Culex quinquefasciatus (the Southern house mosquito) is an important mosquito vector of viruses such as West Nile virus and St. Louis encephalitis virus as well of nematodes that cause lymphatic filariasis. It is one species within the Culex pipiens species complex and enjoys a distribution throughout tropical and temperate climates of the world. The ability of C. quinquefasciatus to take blood meals from birds, livestock and humans contributes to its ability to vector pathogens between species. We describe the genomic sequence of C. quinquefasciatus, its repertoire of 18,883 protein-coding genes is 22% larger than Ae. aegypti and 52% larger than An. gambiae with multiple gene family expansions including olfactory and gustatory receptors, salivary gland genes, and genes associated with xenobiotic detoxification.
Divergence in host adaptive traits has been well studied from an ecological and evolutionary perspective, but identification of the proximate mechanisms underlying such divergence is less well understood. Behavioral preferences for host plants are often mediated by olfaction and shifts in preference may be accompanied by changes in the olfactory system. In this study, we examine the evolution of host plant preferences in cactophilic Drosophila mojavensis that feeds and breeds on different cacti throughout its range. We show divergence in electrophysiological responses and olfactory behavior among populations with host plant shifts. Specifically, significant divergence was observed in the Mojave Desert population that specializes on barrel cactus. Differences were observed in electrophysiological responses of the olfactory organs and in behavioral responses to barrel cactus volatiles. Together our results suggest that the peripheral nervous system has changed in response to different ecological environments and that these changes likely contribute to divergence among D. mojavensis populations.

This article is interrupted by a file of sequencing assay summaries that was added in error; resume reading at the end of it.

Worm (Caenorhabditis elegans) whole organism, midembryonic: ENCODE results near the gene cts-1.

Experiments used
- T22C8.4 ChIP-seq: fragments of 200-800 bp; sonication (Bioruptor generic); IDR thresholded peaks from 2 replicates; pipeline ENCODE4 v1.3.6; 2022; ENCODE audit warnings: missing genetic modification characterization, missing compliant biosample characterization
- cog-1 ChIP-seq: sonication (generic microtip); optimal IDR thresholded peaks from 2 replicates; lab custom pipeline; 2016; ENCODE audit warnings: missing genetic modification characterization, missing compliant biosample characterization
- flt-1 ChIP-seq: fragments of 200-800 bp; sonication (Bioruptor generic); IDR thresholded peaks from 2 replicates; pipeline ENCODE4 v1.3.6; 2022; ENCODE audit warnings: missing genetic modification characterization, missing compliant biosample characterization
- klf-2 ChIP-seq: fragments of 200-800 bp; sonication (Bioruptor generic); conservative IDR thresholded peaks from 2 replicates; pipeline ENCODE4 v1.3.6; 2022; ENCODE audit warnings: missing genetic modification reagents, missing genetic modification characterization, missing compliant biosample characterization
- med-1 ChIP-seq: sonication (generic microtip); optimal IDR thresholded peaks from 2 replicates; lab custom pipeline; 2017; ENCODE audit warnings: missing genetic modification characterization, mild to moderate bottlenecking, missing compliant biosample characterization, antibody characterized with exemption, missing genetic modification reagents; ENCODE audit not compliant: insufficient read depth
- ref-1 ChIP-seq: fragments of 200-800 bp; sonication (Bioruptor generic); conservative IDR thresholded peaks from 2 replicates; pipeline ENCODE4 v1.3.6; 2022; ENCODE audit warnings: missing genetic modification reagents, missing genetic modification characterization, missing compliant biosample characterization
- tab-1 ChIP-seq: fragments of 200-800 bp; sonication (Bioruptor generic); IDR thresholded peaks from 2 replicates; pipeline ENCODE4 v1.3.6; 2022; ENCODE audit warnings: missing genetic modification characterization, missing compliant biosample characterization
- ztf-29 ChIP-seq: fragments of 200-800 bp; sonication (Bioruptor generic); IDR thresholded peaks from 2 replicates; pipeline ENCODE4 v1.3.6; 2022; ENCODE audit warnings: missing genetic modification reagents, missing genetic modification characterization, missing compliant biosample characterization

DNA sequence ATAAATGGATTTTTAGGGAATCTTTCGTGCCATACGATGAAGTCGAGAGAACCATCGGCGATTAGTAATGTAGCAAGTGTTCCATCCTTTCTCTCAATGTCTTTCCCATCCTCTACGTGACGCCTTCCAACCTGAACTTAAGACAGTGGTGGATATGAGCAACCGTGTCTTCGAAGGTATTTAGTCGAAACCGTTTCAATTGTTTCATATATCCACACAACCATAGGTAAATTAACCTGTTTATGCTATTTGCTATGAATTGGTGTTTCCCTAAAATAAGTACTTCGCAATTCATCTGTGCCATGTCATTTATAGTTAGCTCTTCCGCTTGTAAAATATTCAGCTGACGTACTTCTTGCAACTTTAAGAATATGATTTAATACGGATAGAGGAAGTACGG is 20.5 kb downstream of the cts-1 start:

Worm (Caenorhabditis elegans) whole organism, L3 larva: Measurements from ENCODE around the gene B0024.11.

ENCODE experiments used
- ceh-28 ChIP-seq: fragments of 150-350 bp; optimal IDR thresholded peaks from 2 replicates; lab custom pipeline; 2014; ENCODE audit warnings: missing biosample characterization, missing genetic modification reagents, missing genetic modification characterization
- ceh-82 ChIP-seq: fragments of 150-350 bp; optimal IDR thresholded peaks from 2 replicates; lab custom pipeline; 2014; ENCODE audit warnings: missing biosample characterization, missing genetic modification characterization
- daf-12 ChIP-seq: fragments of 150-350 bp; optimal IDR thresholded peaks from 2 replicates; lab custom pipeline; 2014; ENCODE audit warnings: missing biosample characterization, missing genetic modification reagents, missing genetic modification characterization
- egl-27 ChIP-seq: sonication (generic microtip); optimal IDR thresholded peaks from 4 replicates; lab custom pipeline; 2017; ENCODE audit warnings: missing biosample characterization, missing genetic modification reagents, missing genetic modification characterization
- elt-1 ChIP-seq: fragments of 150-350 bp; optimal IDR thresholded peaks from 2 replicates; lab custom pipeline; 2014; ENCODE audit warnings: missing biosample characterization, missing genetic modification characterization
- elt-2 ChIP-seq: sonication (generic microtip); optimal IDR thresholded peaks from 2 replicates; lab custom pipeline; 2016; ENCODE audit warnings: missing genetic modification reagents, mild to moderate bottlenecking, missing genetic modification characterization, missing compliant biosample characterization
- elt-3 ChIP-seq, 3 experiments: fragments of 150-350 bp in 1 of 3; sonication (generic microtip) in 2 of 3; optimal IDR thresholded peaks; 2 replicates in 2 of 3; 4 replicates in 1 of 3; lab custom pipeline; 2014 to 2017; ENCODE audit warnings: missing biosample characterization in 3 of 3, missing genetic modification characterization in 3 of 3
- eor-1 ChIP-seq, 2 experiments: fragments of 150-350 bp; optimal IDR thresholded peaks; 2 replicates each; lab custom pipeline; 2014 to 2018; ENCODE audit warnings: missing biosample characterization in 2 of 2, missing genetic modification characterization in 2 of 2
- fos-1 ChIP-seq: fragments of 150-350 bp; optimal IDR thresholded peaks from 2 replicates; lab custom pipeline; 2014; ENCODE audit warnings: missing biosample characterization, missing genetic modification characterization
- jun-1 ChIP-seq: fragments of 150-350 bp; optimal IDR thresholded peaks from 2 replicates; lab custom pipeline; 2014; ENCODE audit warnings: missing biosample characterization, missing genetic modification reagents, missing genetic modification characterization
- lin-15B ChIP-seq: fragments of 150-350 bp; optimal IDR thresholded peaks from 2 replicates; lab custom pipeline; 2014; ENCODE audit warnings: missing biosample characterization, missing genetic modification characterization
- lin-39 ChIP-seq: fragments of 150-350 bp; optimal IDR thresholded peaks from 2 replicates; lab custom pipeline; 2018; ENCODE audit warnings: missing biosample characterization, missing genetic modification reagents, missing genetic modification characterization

Desert ants, Cataglyphis fortis, are equipped with remarkable skills that enable them to navigate efficiently. When travelling between the nest and a previously visited feeding site, they perform path integration (PI), but pinpoint the nest or feeder by following odour plumes. Homing ants respond to nest plumes only when the path integrator indicates that they are near home. This is crucial, as homing ants often pass through plumes emanating from foreign nests and do not discriminate between the plume of their own and that of a foreign nest, but should absolutely avoid entering a wrong nest. Their behaviour towards food odours differs greatly. Here, we show that in ants on the way to food, olfactory information outweighs PI information. Although PI guides ants back to a learned feeder, the ants respond to food odours independently of whether or not they are close to the learned feeding site. This ability is beneficial, as new food sources—unlike foreign nests—never pose a threat but enable ants to shorten distances travelled while foraging. While it has been shown that navigating C. fortis ants rely strongly on PI, we report here that the ants retained the necessary flexibility in the use of PI.
Cataglyphis; path integration; odour plume; homing; foraging; navigation
Manduca sexta; plant volatiles; oviposition; Ca imaging; Datura wrightii; Other